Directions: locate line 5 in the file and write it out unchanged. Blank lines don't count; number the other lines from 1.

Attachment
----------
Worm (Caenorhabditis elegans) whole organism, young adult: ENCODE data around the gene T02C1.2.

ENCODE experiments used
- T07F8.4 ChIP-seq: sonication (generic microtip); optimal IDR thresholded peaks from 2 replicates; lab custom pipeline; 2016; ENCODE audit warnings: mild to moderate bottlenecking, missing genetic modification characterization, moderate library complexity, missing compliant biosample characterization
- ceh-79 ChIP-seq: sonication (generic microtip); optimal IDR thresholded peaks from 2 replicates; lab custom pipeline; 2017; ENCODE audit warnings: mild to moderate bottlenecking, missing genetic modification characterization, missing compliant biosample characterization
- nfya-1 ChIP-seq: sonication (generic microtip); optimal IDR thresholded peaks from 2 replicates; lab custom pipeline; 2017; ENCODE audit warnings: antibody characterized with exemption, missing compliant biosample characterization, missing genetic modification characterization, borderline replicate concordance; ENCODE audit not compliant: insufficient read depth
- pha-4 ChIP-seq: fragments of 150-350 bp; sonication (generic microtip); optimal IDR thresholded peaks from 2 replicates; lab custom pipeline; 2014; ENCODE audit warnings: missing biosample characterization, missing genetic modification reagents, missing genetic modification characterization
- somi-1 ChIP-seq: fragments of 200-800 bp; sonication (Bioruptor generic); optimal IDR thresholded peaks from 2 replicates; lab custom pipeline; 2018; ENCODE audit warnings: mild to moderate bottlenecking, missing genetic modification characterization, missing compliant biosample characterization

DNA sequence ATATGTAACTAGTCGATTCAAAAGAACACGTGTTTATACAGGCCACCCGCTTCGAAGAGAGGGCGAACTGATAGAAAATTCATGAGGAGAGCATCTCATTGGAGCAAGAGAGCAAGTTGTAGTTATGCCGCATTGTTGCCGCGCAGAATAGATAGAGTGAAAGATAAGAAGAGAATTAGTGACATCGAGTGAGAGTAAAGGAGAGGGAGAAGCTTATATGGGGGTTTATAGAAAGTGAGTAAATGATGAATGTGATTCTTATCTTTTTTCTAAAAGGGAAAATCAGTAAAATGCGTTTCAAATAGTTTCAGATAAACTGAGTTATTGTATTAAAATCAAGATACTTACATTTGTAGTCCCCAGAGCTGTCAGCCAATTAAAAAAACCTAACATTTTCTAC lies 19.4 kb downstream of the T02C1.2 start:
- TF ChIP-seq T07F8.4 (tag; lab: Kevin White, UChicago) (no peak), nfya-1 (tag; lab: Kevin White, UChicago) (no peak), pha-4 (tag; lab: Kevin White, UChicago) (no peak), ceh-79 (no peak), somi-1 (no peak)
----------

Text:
- nfya-1 ChIP-seq: sonication (generic microtip); optimal IDR thresholded peaks from 2 replicates; lab custom pipeline; 2017; ENCODE audit warnings: antibody characterized with exemption, missing compliant biosample characterization, missing genetic modification characterization, borderline replicate concordance; ENCODE audit not compliant: insufficient read depth